Microsoft, A J Park support Patents Bill change

Update 12pm: NZICT supports amendments; pro-software patent industry representatives say changes will bring clarity

Update 12pm:

Industry group NZICT has come out in support of the amendment to the Patents Bill. In a press release CEO Candace Kinser says the changes will "encourage new technology developments."

"This Bill will aim to align New Zealand with Australian laws for processing patents to create a single trans-Tasman patents examination regime, and bring our process into international best practice standards," says the release.

"Importantly, Clause 15(3A) would have excluded computer programs from patentability, stating that “a computer program is not a patentable invention”. If passed into law, the clause would have been unique in the world, adding to filing costs for multi-country patent applications and discriminatory for New Zealand. Clearly that would have been inconsistent with the objective of enhancing exports and cross-border trade."

Original article

Industry representatives who lobbied for the inclusion of software patents in the Patents Bill are pleased with the amendments detailed in the Supplementary Order Paper yesterday.

“Microsoft welcomes the government’s decision to clarify the language of the Patents Bill,” says Waldo Kuipers, Microsoft corporate affairs manager

Kuipers was one of the architects of a June 2010 meeting of pro-software-patent industry representatives with Ministry of Economic Development officials after the select committee had reached its conclusions, aimed at persuading the government to change its mind. In an email he refers Computerworld to a blog posted in April 2011 on Microsoft’s GovTech site where an unnamed Microsoft contributor says the unamended form of the software clause would create uncertainty. “We think the focus should be on patent quality, not on an arbitrary exclusion,” says the blog. “However, if there must be an exclusion, the question must be asked: ‘How can inventors and investors make decisions about their commercialisation strategy if it is not even clear which inventions are now to be excluded from protection?’ “If no patentable inventions are to be excluded from protection, or no one can say with certainty which patentable inventions (if any) it will exclude, clause 15(3A) will just be a troublesome white elephant, leading to years of pointless litigation to figure out something the government can easily fix now with the stroke of a pen.” The blog appends a pie-chart analysis of submissions on the Bill, claiming about 2/3 of them supported change to or complete deletion of the controversial clause. Kuipers’ email to Computerworld also links to the Chapman Tripp article cited in our earlier story and to a comment on the latest SOP by Matt Adams, partner at patent attorneys A J Park. Adams says the Select Committee and MED previously showed themselves inclined to a harmonisation with European law and the bald statement “a computer program is not a patentable invention” contradicted that. Adams quotes the explanatory note to Foss’s SOP, saying the amended clause is “considered to be more consistent with New Zealand's international obligations ... [and] is also more consistent with overseas precedents and makes it clear that it is only computer programs themselves that are ineligible for patent protection.”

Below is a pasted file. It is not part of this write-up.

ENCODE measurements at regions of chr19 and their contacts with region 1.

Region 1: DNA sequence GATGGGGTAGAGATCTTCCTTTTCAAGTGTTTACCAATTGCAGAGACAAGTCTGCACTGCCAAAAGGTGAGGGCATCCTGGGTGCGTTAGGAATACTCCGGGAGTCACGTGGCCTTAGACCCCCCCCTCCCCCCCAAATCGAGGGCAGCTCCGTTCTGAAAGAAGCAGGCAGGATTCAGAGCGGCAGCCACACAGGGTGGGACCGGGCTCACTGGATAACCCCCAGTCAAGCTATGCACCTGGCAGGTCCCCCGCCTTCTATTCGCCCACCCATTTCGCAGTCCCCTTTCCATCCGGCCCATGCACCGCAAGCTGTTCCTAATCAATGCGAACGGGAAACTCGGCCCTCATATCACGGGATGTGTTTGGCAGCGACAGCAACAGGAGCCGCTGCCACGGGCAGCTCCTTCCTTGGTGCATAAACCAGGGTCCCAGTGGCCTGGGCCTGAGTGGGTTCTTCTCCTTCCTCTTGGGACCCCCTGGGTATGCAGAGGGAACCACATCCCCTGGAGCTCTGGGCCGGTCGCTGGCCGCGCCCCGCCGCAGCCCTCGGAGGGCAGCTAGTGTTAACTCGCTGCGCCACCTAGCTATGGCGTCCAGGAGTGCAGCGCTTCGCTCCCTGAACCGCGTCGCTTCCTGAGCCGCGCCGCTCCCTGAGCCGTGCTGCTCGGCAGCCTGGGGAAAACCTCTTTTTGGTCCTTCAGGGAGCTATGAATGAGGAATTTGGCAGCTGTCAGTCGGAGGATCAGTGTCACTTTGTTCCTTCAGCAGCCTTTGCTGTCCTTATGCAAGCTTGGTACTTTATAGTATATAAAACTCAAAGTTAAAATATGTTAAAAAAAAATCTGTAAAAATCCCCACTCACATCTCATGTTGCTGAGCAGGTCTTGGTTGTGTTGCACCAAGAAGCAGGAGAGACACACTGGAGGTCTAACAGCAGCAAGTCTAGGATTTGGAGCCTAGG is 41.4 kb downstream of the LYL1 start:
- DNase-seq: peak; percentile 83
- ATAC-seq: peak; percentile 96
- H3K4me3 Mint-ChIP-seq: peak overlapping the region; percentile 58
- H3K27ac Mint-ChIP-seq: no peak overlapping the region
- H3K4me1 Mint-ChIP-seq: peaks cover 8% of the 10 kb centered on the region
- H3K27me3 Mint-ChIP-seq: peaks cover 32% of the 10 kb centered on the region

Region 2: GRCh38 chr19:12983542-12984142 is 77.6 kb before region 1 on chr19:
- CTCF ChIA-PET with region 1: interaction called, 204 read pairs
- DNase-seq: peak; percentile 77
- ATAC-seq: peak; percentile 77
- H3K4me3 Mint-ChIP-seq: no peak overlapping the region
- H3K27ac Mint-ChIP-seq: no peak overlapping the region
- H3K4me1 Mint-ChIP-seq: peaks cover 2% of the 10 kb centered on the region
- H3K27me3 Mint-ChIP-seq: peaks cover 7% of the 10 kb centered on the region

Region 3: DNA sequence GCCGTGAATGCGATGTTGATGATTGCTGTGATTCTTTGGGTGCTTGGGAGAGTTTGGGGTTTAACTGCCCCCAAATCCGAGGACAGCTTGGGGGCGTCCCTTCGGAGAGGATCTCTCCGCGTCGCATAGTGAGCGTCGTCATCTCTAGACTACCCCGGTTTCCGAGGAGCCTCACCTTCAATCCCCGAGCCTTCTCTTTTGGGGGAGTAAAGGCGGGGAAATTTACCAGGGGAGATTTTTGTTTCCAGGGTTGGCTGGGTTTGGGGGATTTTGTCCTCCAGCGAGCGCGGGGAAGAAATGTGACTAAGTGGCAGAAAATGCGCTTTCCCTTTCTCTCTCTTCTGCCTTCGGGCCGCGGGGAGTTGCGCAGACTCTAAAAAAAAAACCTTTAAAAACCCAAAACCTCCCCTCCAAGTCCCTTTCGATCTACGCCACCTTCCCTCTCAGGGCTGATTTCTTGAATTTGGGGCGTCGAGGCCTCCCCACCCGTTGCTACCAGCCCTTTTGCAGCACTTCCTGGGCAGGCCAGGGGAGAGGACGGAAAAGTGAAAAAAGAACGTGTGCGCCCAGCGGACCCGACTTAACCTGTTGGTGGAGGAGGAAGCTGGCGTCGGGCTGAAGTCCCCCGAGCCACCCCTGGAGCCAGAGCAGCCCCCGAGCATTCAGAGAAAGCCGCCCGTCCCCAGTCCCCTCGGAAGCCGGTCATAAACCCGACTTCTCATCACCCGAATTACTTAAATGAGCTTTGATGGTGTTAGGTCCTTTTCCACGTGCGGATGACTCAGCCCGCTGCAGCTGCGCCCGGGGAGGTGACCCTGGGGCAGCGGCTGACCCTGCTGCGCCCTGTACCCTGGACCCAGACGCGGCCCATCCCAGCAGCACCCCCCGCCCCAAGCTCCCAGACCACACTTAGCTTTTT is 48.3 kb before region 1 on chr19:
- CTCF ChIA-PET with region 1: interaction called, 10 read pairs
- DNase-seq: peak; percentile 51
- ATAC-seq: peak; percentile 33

“I guess it took a new minister to perform a sanity check on the original exclusion,” Adams says. When the original exclusion was written into the Bill, Simon Power was Commerce Minister.

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